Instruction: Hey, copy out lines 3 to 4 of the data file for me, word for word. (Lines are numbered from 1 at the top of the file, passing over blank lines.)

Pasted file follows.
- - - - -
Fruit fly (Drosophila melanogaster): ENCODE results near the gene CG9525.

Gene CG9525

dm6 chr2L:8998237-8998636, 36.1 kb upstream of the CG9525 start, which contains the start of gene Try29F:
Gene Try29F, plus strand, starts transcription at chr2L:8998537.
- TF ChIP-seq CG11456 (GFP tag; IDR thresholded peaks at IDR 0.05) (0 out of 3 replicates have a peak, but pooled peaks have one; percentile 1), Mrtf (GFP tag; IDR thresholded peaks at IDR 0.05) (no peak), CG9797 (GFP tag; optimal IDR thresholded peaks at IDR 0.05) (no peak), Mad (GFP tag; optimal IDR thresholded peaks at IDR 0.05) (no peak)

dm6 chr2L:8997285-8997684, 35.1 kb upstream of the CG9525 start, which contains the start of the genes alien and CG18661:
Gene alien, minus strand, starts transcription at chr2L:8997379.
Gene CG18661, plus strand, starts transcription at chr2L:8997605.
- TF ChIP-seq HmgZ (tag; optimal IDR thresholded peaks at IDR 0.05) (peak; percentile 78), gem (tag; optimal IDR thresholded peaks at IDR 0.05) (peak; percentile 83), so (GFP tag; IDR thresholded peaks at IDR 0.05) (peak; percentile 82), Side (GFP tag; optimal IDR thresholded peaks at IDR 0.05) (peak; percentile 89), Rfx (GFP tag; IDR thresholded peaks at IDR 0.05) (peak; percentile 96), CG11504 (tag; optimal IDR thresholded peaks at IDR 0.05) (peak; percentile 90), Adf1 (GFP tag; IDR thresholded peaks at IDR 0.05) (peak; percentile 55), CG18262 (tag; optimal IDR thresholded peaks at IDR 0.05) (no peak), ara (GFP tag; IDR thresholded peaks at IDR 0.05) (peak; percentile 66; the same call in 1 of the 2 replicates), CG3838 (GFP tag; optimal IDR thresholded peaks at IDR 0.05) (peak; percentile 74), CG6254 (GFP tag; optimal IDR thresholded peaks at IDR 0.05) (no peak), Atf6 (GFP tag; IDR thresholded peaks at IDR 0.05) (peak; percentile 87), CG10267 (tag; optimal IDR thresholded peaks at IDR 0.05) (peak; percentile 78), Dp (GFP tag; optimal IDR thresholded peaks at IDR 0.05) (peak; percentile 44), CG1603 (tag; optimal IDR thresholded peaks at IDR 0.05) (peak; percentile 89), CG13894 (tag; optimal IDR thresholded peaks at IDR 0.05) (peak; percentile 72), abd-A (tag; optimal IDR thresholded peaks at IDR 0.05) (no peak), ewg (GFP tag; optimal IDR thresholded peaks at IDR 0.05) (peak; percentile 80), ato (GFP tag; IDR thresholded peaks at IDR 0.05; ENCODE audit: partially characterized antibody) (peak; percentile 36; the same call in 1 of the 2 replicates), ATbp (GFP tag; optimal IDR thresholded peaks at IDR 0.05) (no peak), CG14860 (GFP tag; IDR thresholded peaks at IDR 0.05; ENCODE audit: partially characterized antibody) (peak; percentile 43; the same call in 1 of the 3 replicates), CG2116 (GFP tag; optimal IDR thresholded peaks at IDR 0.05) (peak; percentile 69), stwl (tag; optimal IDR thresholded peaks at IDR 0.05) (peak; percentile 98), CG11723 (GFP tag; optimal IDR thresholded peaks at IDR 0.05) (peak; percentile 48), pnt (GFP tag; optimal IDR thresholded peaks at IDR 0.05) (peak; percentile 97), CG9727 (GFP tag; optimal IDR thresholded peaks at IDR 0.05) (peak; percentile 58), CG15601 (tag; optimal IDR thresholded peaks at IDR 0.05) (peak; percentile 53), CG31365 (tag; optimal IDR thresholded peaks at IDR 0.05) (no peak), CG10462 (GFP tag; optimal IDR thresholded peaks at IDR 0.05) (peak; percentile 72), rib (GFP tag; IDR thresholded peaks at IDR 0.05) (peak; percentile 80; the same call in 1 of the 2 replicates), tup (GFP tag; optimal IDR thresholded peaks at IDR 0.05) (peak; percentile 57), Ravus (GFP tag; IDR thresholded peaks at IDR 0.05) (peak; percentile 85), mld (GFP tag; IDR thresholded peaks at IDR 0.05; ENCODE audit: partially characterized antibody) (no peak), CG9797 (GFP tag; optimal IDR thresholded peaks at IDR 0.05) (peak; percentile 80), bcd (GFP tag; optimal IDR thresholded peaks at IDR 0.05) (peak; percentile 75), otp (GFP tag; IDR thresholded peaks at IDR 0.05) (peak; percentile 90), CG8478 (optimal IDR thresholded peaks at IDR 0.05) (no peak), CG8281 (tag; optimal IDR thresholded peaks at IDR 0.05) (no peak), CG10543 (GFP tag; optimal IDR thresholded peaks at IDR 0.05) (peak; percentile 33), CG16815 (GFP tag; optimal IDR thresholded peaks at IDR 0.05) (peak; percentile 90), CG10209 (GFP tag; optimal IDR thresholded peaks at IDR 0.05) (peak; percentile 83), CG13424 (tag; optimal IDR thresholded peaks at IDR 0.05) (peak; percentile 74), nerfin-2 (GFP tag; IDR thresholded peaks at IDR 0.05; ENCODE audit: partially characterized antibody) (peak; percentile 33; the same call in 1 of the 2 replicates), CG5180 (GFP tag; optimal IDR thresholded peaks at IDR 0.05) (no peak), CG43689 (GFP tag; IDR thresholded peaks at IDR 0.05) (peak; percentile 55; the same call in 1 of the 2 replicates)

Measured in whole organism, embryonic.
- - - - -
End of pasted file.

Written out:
dm6 chr2L:8998237-8998636, 36.1 kb upstream of the CG9525 start, which contains the start of gene Try29F:
Gene Try29F, plus strand, starts transcription at chr2L:8998537.